In this season of biopics celebrating the lives of celebrated personalities, Jayasurya-starrer Captain stands out for the brilliant choice of the subject as well as the craftsmanship with which debutant G Prajesh Sen has rolled out the grand project.
Captain is undoubtedly more than a tribute to V P Sathyan, former Indian football team captain, who ended his life in front of a speeding train in July 2016. The film is a paean to a life that the one who lived it considered a failure.
Prajesh Sen neatly employs flashback to go deep into the professional and personal lives of Sathyan which were absolutely inseparable. The film begins with the news report of Sathyan's unfortunate and untimely death and moves forward to explore the reasons that led to the tragedy, leaving not many gaps in the narrative.
In the process of narrating the eventful life laced with several episodes of success, that are as sweet as Sathyan's favorite jalebis, and the excruciating pain of a childhood injury that followed the footballer throughout his career, the filmmaker takes us through the peripheries of Indian football. However, the film devotes itself to portray Sathyan's love for the game, which he considered his first wife, and the terrific stages of depression that he had to encounter after it became almost impossible to continue to play.
At an early stage of the film, Kerala coach Jaffer (Ranji Panicker) tells Sathyan that the longevity of a footballer is that of his legs. It would have been natural for a player like Sathyan to think that a leg no more useful on the ground meant the end of his life.
Jayasurya plays Sathyan with extraordinary caution and the transformation in the body language of the character at two different stages of his life has come out well. His dedication and commitment to the character is evident throughout the film. Captain is also the story of Anitha, Sathyan's wife, who stood with him through the thick and thin of his life. Anu Sithara has done a brilliant job as Anitha, playing the romantic as well as the suffering woman.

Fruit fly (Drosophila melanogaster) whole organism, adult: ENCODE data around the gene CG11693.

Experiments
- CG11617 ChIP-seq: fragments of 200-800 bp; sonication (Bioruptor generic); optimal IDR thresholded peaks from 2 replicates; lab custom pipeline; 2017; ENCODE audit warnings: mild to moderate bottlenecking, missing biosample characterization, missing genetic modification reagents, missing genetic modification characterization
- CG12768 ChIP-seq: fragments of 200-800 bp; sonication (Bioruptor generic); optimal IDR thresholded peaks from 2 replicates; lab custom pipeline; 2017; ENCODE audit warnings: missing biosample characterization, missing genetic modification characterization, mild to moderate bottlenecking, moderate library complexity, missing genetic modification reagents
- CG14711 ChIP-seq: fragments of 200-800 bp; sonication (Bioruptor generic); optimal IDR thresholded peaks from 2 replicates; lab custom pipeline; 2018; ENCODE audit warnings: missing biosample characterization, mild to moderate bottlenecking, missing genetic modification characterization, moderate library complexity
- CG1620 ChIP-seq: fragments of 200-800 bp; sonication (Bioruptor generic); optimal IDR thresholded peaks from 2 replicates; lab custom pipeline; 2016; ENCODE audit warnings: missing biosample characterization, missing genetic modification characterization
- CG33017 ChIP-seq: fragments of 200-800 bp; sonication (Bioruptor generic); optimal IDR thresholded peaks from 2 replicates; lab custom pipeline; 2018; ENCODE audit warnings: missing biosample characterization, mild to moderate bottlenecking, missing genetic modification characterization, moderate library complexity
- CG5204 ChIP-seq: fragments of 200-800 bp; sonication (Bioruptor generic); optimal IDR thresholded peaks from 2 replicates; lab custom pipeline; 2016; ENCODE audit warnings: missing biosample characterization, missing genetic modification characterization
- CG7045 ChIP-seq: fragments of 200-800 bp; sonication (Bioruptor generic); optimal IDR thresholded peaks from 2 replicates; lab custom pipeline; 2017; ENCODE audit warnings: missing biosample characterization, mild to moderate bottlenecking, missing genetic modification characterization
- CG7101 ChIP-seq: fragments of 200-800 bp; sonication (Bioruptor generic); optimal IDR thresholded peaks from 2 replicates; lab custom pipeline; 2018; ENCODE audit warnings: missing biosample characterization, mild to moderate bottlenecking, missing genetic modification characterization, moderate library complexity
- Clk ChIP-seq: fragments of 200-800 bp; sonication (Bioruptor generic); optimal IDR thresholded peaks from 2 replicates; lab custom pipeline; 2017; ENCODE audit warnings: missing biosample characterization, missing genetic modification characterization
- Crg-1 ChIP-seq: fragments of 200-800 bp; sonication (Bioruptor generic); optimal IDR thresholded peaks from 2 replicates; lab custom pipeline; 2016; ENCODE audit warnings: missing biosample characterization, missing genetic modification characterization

Prajesh has succeeded in adding the perfect amount of sporting moments to the narrative. The final of Santosh Trophy in 1992 where Kerala lifted the cup after a gap of 19 years has been shot in length but without losing its thrill.
The film also evolves to be a fitting tribute to Malayali's love for football in the pre-ISL era when a chief minister, as showed in the film, dared to sign an order giving holiday on account of Santosh Trophy win even before the final started. Sidhique plays 'Maithanam,' an ardent football fan who represents Malabar's football fever.
The character with his insights into the game and the extraordinary looks attains the stature of a philosophical being. While picking up the key moments in the life of Sathyan, the director has given ample space for the character of Sharaf Ali who shared a warm friendship with the former. However, other contemporaries of Sathyan, including I M Vijayan and C V Pappachan have been left outside the frames, perhaps not to stretch the narrative too much.
The songs composed by Gopi Sunder gel well with the narrative but the theme music does not.
Captain, in short, is sure to make you a fan of Sathyan, if not football. Prajesh Sen can be proud – Sathyan is no more an unsung hero.